9. 9. Meatherall BL, Gregson D, Ross T, Pitout JDD, Laupland KB (2009) Incidence, Risk Factors, and Outcomes of Klebsiella pneumoniae Bacteremia. Am J Med 122: 866–873.
  10. 10. Wischmeyer PE, Lynch J, Liedel J, Wolfson R, Riehm J, et al. (2001) Glutamine administration reduces Gram-negative bacteremia in severely burned patients: A prospective, randomized, double-blind trial versus isonitrogenous control. Critical Care Medicine 29: 2075–2080.
  11. 11. Rivera CA, Wheeler MD, Enomoto N, Thurman RG (1998) A choline-rich diet improves survival in a rat model of endotoxin shock. Am J Physiol-Gastroint Liver Physiol 275: G862–G867.
  12. 12. Nicholson JK, Lindon JC, Holmes E (1999) 'Metabonomics': understanding the metabolic responses of living systems to pathophysiological stimuli via multivariate statistical analysis of biological NMR spectroscopic data. Xenobiotica 29: 1181–1189.
  13. 13. Tang HR, Wang YL (2006) Metabonomics: a revolution in progress. Prog Biochem Biophys 33: 401–417.
  14. 14. Liu CX, Hao FH, Hu J, Zhang WL, Wan LL, et al. (2010) Revealing Different Systems Responses to Brown Planthopper Infestation for Pest Susceptible and Resistant Rice Plants with the Combined Metabonomic and Gene-Expression Analysis. J Proteome Res 9: 6774–6785.
  15. 15. Zhao XJ, Huang CY, Lei HH, Nie X, Tang HR, et al. (2011) Dynamic Metabolic Response of Mice to Acute Mequindox Exposure. J Proteome Res 10: 5183–5190.
  16. 16. Holmes E, Tang HR, Wang YL, Seger C (2006) The assessment of plant metabolite profiles by NMR-based methodologies. Planta Med 72: 771–785.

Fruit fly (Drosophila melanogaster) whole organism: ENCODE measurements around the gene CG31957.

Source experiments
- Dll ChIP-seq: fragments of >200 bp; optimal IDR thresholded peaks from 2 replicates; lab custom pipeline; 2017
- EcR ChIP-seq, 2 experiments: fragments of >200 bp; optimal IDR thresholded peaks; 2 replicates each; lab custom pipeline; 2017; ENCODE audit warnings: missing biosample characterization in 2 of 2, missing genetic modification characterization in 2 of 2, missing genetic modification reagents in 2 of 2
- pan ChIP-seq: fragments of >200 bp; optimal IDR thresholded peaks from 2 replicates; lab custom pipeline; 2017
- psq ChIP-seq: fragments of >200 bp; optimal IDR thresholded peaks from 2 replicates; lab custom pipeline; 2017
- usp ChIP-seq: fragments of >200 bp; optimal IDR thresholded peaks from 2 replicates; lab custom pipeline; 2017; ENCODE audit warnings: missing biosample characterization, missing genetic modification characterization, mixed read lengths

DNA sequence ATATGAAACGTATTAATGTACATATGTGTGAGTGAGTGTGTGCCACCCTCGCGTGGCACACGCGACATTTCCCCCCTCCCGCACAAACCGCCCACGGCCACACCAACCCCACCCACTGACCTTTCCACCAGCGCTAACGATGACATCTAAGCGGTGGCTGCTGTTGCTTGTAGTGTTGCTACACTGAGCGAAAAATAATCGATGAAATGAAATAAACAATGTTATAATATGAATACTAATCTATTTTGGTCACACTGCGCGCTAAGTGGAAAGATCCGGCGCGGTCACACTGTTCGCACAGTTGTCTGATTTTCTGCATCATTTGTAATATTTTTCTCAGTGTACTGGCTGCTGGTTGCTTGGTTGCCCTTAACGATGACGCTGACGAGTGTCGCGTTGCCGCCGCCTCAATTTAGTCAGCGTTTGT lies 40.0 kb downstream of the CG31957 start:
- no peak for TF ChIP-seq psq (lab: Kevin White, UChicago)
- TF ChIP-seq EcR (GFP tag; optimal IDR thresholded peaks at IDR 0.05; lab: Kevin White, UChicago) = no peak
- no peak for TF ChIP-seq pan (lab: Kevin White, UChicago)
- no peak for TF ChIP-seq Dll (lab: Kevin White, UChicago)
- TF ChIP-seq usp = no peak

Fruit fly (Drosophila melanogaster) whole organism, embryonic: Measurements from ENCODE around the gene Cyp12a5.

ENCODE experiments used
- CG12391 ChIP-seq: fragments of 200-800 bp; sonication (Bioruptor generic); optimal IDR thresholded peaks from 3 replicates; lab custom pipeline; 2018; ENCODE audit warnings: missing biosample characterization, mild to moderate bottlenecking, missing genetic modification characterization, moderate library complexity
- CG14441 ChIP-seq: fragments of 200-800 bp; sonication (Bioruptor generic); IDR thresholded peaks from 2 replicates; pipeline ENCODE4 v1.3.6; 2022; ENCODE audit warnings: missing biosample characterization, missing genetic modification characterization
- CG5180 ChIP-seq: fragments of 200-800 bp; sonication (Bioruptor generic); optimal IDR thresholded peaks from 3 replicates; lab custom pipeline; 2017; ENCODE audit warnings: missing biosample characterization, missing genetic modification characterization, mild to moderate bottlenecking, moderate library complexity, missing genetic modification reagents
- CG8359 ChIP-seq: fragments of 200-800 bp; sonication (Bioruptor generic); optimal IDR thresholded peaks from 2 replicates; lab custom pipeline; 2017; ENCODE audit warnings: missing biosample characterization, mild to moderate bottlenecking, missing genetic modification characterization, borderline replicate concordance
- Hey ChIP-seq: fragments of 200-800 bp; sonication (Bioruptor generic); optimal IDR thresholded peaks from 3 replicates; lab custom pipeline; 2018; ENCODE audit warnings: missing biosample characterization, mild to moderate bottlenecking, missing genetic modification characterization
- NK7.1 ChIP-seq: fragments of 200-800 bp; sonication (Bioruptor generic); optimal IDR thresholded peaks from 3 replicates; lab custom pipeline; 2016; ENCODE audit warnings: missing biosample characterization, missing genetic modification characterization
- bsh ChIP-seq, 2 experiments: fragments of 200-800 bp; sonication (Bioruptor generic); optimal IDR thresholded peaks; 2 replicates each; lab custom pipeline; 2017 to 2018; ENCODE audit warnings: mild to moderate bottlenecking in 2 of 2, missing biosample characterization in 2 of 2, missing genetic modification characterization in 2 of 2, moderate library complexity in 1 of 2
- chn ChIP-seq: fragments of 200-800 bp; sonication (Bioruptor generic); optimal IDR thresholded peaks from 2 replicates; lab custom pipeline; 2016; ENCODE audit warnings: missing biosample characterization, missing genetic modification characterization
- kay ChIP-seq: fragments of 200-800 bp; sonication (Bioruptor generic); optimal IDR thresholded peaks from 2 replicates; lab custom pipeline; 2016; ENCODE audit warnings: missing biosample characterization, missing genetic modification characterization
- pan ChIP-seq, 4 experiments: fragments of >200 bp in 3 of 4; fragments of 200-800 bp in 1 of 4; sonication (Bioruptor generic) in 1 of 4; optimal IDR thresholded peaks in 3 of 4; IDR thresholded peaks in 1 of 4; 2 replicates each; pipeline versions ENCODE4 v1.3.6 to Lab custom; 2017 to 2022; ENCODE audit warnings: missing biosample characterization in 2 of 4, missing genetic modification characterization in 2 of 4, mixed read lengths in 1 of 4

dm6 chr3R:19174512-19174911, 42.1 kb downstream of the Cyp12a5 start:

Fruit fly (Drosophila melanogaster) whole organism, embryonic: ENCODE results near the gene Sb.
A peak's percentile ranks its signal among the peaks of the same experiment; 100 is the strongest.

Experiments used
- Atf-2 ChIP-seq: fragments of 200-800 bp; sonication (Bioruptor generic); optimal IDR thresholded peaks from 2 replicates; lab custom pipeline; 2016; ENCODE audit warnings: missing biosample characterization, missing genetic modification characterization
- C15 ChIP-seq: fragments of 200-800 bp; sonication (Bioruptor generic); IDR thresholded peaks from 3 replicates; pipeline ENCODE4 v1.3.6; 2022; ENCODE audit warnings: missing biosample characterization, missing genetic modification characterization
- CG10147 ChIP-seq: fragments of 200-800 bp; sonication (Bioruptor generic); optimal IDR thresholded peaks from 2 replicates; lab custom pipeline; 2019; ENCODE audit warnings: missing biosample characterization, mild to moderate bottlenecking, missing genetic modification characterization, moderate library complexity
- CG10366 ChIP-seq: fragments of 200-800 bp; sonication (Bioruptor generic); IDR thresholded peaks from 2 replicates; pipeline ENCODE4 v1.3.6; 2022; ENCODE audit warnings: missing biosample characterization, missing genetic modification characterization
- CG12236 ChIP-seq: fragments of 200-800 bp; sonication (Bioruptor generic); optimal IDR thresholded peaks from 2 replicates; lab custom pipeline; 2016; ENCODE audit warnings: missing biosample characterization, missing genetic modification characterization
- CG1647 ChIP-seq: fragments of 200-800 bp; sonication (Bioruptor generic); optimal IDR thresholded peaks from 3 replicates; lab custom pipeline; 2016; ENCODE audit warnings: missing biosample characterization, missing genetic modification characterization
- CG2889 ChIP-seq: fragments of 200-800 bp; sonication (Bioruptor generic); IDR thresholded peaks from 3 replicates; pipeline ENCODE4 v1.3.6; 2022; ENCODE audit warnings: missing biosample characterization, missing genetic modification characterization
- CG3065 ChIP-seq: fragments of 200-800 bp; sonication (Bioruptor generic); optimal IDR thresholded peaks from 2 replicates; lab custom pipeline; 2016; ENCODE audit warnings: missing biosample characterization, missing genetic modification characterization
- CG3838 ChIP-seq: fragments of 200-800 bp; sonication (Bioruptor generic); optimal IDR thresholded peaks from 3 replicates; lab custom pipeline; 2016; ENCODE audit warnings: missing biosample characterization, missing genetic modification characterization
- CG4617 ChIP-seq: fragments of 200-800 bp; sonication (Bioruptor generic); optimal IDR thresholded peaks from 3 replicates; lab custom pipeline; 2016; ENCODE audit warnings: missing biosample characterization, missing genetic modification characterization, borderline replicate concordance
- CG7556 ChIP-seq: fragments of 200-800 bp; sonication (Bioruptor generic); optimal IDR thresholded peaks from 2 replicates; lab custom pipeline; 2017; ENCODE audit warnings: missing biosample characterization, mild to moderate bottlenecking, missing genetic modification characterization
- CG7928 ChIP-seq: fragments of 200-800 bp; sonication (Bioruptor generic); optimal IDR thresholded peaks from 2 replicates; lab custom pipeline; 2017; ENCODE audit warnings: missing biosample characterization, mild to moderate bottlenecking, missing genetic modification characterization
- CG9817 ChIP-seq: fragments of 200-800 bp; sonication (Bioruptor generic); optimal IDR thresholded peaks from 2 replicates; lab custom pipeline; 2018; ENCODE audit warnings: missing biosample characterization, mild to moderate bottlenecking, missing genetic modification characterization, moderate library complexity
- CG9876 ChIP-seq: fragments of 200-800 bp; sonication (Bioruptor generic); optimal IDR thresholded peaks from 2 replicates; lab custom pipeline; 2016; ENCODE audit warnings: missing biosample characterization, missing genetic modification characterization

17. 17. Zhang JT, Zhang Y, Du YY, Chen SY, Tang HR (2011) Dynamic Metabonomic Responses of Tobacco (Nicotiana tabacum) Plants to Salt Stress. J Proteome Res 10: 1904–1914.
  18. 18. Wu JF, Xu WX, Ming ZP, Dong HF, Tang HR, et al.. (2010) Metabolic Changes Reveal the Development of Schistosomiasis in Mice. Plos Neglect Trop D 4.
  19. 19. Li JV, Wang Y, Saric J, Nicholson JK, Dirnhofer S, et al. (2008) Global metabolic responses of NMRI mice to an experimental Plasmodium berghei infection. J Proteome Res 7: 3948–3956.
  20. 20. Xiao CN, Hao FH, Qin XR, Wang YL, Tang HR (2009) An optimized buffer system for NMR-based urinary metabonomics with effective pH control, chemical shift consistency and dilution minimization. Analyst 134: 916–925.
  21. 21. Zhang LM, Ye YF, An YP, Tian YA, Wang YL, et al. (2011) Systems Responses of Rats to Aflatoxin B1 Exposure Revealed with Metabonomic Changes in Multiple Biological Matrices. J Proteome Res 10: 614–623.
  22. 22. Dieterle F, Ross A, Schlotterbeck G, Senn H (2006) Probabilistic quotient normalization as robust method to account for dilution of complex biological mixtures. Application in H-1 NMR metabonomics. Anal Chem 78: 4281–4290.
  23. 23. Eriksson L, Trygg J, Wold S (2008) CV-ANOVA for significance testing of PLS and OPLS (R) models. Journal of Chemometrics 22: 594–600.
  24. 24. Trygg J, Wold S (2002) Orthogonal projections to latent structures (O-PLS). Journal of Chemometrics 16: 119–128.
  25. 25. Cloarec O, Dumas ME, Trygg J, Craig A, Barton RH, et al. (2005) Evaluation of the orthogonal projection on latent structure model limitations caused by chemical shift variability and improved visualization of biomarker changes in H-1 NMR spectroscopic metabonomic studies. Anal Chem 77: 517–526.
  26. 26. Wang YL, Utzinger J, Saric J, Li JV, Burckhardt J, et al. (2008) Global metabolic responses of mice to Trypanosoma brucei brucei infection. Proc Natl Acad Sci U S A 105: 6127–6132.
  27. 27. Cates KL (1983) Host Factors in Bacteremia. Am J Med 75: 19–25.
  28. 28. Postel J, Schloerb PR (1977) Metabolic Effects of Experimental Bacteremia. Annals of Surgery 185: 475–480.
  29. 29. Khovidhunkit W, Memon RA, Feingold KR, Grunfeld C (2000) Infection and inflammation-induced proatherogenic changes of lipoproteins. J Infect Dis 181: S462–S472.
  30. 30. Khovidhunkit W, Kim MS, Memon RA, Shigenaga JK, Moser AH, et al. (2004) Effects of infection and inflammation on lipid and lipoprotein metabolism: mechanisms and consequences to the host. J Lipid Res 45: 1169–1196.
  31. 31. Banerjee S, Bhaduri JN (1959) Serum Protein-Bound Carbohydrates and Lipids in Cholera. P Soc Exp Biol Med 101: 340–341.